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Paul A. Homoly, DDS

Dr. Paul Homoly practiced restorative dentistry in Charlotte, N.C. for twenty years. He is one of the rare practitioners who excels at the clinical and managerial aspects of dentistry. Dr. Homoly presents his work internationally and is active on the national teaching level and designs business and marketing plans for general dentists and specialists. He is author of Dentists: An Endangered Species and is a frequent contributor to dental trade journals. He can be reached by telephone 704-527-6600 and e-mail

An Endangered Species

Practical survival strategies for fee-for-service care

There are two emerging and competing trends in dentistry. First, reconstructive and cosmetic technical advances have brought ever-escalating dental fees. Second, the health care business environment is collapsing under the weight of managed care, increasing overhead and stress.

The technical advances in dentistry have out-paced the willingness of the dental insurance industry to pay for them and the dentist's ability to sell them. Thus, contemporary fee-for- service dentistry is fighting to survive in a hostile business environment.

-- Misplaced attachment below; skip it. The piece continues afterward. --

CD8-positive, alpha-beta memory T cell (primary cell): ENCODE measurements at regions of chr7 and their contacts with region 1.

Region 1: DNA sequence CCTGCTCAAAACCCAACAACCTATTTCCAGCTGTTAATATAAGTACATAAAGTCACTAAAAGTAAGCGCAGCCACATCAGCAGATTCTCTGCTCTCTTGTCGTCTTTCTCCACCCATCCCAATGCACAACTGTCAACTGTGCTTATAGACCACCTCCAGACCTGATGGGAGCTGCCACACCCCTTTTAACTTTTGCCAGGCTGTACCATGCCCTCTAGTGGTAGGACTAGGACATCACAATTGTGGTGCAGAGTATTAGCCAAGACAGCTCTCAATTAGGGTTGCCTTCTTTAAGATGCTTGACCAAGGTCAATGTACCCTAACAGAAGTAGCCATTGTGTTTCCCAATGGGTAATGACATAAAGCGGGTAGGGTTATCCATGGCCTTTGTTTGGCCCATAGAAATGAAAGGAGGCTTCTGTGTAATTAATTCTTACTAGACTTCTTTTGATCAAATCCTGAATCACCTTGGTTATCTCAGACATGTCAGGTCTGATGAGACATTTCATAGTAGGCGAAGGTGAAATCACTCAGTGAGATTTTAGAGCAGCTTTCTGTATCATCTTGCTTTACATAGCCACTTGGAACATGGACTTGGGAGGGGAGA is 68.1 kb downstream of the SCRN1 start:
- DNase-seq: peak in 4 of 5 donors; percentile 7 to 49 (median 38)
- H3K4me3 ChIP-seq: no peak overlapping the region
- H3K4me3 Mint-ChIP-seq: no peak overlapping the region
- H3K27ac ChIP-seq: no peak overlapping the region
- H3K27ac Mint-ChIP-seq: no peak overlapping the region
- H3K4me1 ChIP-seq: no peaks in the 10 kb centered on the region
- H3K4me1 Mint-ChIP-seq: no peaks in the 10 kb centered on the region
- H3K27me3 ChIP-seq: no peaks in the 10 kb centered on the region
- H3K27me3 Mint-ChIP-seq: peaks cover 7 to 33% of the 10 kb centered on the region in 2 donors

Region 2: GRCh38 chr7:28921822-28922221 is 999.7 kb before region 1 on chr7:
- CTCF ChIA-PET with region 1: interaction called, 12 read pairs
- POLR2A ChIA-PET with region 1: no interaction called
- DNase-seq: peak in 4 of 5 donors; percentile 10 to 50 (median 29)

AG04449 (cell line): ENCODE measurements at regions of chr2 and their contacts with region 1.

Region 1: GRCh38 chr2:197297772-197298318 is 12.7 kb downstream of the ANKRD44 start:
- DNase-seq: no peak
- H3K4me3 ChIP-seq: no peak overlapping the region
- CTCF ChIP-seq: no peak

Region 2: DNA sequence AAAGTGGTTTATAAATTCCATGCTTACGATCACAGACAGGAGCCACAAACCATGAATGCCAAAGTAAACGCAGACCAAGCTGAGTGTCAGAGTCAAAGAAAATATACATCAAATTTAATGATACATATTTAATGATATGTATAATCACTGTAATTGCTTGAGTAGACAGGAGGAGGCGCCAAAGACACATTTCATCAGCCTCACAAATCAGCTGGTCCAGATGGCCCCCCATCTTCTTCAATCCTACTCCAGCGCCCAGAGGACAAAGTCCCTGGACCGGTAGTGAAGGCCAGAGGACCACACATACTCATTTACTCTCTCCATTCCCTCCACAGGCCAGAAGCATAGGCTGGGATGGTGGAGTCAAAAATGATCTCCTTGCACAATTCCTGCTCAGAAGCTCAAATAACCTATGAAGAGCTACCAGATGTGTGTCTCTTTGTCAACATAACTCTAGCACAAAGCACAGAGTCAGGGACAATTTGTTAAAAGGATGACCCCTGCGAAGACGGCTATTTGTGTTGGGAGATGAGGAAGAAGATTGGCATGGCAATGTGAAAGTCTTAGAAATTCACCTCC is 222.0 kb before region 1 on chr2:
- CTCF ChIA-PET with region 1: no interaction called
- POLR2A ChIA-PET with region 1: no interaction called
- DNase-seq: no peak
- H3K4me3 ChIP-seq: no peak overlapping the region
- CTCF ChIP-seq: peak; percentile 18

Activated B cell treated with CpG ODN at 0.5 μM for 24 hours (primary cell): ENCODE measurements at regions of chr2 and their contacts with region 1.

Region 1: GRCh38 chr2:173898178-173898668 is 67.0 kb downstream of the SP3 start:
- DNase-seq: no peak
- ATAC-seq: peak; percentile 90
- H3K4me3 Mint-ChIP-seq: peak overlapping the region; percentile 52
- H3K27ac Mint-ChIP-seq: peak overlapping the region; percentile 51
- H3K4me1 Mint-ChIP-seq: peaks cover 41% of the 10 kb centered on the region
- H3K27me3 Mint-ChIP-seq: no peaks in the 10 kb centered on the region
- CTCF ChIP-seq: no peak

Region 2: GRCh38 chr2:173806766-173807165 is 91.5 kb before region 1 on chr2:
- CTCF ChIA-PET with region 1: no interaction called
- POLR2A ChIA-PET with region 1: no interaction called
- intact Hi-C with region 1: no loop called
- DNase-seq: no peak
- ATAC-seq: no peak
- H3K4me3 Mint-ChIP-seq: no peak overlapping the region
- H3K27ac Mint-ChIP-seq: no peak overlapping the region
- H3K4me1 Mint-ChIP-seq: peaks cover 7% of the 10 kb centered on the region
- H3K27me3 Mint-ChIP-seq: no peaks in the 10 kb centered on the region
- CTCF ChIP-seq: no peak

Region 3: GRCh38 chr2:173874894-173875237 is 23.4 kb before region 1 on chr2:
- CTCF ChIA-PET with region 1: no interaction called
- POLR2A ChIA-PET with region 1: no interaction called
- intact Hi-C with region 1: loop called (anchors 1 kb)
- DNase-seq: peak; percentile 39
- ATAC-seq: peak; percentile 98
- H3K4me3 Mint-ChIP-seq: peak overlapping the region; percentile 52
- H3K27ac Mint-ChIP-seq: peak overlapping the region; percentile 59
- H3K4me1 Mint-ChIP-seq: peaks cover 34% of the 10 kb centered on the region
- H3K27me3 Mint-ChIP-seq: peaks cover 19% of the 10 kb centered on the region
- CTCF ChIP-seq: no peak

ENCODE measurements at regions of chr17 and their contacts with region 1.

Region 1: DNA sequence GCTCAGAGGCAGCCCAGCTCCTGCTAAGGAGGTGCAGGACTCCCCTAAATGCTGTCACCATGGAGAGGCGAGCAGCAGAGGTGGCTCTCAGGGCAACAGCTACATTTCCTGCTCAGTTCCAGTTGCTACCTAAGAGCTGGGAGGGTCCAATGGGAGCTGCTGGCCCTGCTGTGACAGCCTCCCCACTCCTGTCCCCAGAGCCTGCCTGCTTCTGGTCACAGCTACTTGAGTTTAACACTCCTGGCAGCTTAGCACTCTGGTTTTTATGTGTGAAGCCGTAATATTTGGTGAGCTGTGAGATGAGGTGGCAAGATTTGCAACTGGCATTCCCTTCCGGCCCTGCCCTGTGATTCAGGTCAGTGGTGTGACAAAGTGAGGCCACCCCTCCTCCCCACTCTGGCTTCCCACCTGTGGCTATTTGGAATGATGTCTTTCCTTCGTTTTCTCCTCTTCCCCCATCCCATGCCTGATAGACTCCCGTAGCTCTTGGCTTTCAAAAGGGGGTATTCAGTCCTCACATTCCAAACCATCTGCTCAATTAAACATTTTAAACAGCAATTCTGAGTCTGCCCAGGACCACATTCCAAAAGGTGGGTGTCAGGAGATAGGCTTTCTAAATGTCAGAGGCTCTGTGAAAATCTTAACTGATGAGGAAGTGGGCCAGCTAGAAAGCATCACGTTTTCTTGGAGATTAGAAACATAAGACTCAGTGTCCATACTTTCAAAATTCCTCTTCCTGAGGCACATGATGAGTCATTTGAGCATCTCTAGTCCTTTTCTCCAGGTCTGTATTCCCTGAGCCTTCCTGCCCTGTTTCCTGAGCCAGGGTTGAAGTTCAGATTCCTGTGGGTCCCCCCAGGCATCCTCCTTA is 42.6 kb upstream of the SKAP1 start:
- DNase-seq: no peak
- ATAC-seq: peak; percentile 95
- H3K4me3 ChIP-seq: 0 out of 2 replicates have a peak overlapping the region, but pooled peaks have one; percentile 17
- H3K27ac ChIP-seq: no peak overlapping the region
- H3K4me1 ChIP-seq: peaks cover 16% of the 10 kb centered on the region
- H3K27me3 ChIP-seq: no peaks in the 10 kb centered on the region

Dentists: An Endangered Species is a program that offers what every fee-for-service dentist wants - a practice model that will endure in the changing business climate, to be able to provide care outside the limitations of dental insurance, to enjoy a predictable collections policy, to take the stress out of selling, and to have a practice philosophy that makes a career in dentistry survivable.

For information on how to schedule Dr. Homoly's program in your area call 800-294- 9370, or e-mail

Free by fax.
Want the baker's dozen (the dentist's dozen!) of great ways to build early value before your recommend care? Just fax your letterhead with your name with the words "DENTIST'S DOZEN" to 704-843-0753. Parts of this article were excerpted from Dr. Homoly's new book, Dentists: An Endangered Species.

Learn Practice Development at
Your Bakery

Why does the baker add one extra donut to your dozen to total thirteen -- the bakers dozen? Because he knows it's easier to give away one donut than to find another customer.

When you really understand the baker's dozen, you'll understand how to build your practice of dentistry and to better manage relationships.

What does the extra donut represent? It represents an unexpected positive experience. It represents going the extra mile -- getting more than your money's worth. In a word, the donut is value. The baker adds value (one donut) to your purchase -- a value added experience.